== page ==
German opposition: Merkel embraces growth pact
BERLIN – Germany's opposition leader said Thursday that Chancellor Angela Merkel has accepted the need to add a separate set of measures promoting growth to the European Union's treaty enshrining fiscal discipline.
Sigmar Gabriel told reporters after a two-hour closed-door meeting between Merkel and top lawmakers that the government has "significantly moved toward accepting a pact for growth and investment."
For Germany to formally approve the so-called fiscal pact, Merkel's center-right government needs the support of opposition parties to secure a two-thirds majority in Parliament.
"The government's blockade on this issue has been broken," Gabriel said. "We see a whole range of possibilities alongside the fiscal pact to do something to foster growth and employment in Europe, especially in fighting youth unemployment," he added.
One of Merkel's top allies, conservative parliamentary caucus leader Volker Kauder, confirmed that both sides will now work out proposals and meet again June 13, also to tackle "the question how a concrete growth strategy will look like."
Gabriel's Social Democrats — emboldened by similar demands by France's new center-left President Francois Hollande — have said they would only vote for the called fiscal pact if it is amended to include an economic growth pact.
Hollande's election this month shifted the political tide in Europe away from talk about austerity measures toward ways of fostering growth as Europe is on the brink of a recession, with southern European nations such as Greece, Portugal or Spain particularly hard hit.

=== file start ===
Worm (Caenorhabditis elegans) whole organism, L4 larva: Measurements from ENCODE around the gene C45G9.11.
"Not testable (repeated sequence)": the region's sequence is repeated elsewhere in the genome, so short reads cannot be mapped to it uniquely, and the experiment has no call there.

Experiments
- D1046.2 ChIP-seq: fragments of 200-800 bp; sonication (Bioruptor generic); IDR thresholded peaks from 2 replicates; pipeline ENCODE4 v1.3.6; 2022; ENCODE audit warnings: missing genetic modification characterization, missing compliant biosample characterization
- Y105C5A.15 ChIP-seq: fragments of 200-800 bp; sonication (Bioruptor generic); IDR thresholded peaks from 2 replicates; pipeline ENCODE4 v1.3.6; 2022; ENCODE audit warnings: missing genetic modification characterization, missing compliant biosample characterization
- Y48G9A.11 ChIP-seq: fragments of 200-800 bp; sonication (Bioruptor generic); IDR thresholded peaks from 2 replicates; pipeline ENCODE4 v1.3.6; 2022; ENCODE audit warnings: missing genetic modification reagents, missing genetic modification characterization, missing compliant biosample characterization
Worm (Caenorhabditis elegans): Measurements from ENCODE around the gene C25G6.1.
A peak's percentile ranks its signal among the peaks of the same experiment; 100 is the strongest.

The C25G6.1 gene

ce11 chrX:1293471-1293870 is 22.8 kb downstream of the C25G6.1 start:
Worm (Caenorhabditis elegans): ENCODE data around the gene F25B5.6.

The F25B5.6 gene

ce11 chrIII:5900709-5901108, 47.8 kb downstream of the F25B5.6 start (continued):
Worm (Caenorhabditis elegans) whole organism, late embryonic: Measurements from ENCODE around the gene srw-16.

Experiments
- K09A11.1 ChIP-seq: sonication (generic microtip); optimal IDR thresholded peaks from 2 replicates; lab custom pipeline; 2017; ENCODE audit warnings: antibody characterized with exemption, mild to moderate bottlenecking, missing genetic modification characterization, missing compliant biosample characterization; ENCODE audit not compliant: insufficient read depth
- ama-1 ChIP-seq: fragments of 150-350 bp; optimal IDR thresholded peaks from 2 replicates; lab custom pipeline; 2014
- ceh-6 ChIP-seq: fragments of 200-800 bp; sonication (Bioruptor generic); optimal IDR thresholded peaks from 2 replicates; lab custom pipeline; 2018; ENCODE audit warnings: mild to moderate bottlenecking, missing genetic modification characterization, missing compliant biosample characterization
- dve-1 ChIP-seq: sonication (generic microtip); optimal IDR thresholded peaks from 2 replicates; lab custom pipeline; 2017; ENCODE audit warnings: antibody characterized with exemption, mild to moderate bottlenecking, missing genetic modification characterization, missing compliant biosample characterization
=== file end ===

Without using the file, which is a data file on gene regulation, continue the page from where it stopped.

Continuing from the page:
Merkel recently also started talking about spurring growth, although she strictly opposes the idea of fostering growth through more spending, saying it would only make Europe's debt woes worse. Instead, she maintains that growth can be fostered through a more effective use of existing EU funds and implementation of structural reforms.
Previously, the conservative chancellor also refused to link the ratification of the fiscal pact to growth-promoting measures.
"The government has realized today that it can only win France's approval and a two-thirds majority in Parliament through changing its position," said parliamentary caucus leader Juergen Trittin of the opposition Greens.
However, it remained unclear Thursday what exactly a growth pact would entail, and whether Merkel has accepted that more spending might be necessary.
The EU's 27 leaders discussed the issue at an informal summit Wednesday in Brussels, but failed to reach an agreement on a set of measures which is set to be decided at another formal summit late next month.
Joerg Asmussen, a member of the European Central Bank's executive board, backed Merkel's stance in a speech in Poland Thursday, saying it cannot be a solution "to fight debt with more debt."
"No one is against growth, but growth cannot be achieved by spending programs which fuel the economy for a quarter or two but are no more than a flash in the pan," he said according to prepared remarks, instead calling for pursuing a path of fiscal consolidation and reforms that will eventually foster sustainable growth.
Merkel's government wants to pass the legislation for the fiscal pact on a tight timetable together with a bill for Europe's new permanent rescue fund by the end of June. The legislation for the new firewall, the European Stability Mechanism, must pass by late next month because the ESM is set to start operating on July 1.
The opposition has said that it will vote for the ESM on time, but threatened to block the fiscal pact unless Merkel makes concessions.
Led by Merkel, 25 EU nations last year agreed to the treaty which limits the countries' ability to pile up more debt, binding them to strict fiscal and deficit targets as a way to stabilize the continent's finances and regain investors' trust.
However, Merkel is a pragmatic politician who embraces the art of compromise, be it on the European level or at home where she often needs to win over the opposition, which has a majority in parliament's lower house representing the German states.
Merkel is widely viewed as the European leader most prominently championing fiscal discipline and austerity measures, but a robust economy — Europe's biggest — and rising tax take have spared her government of pushing through any significant cuts at home.
Juergen Baetz can be followed on Twitter at www.twitter.com/jbaetz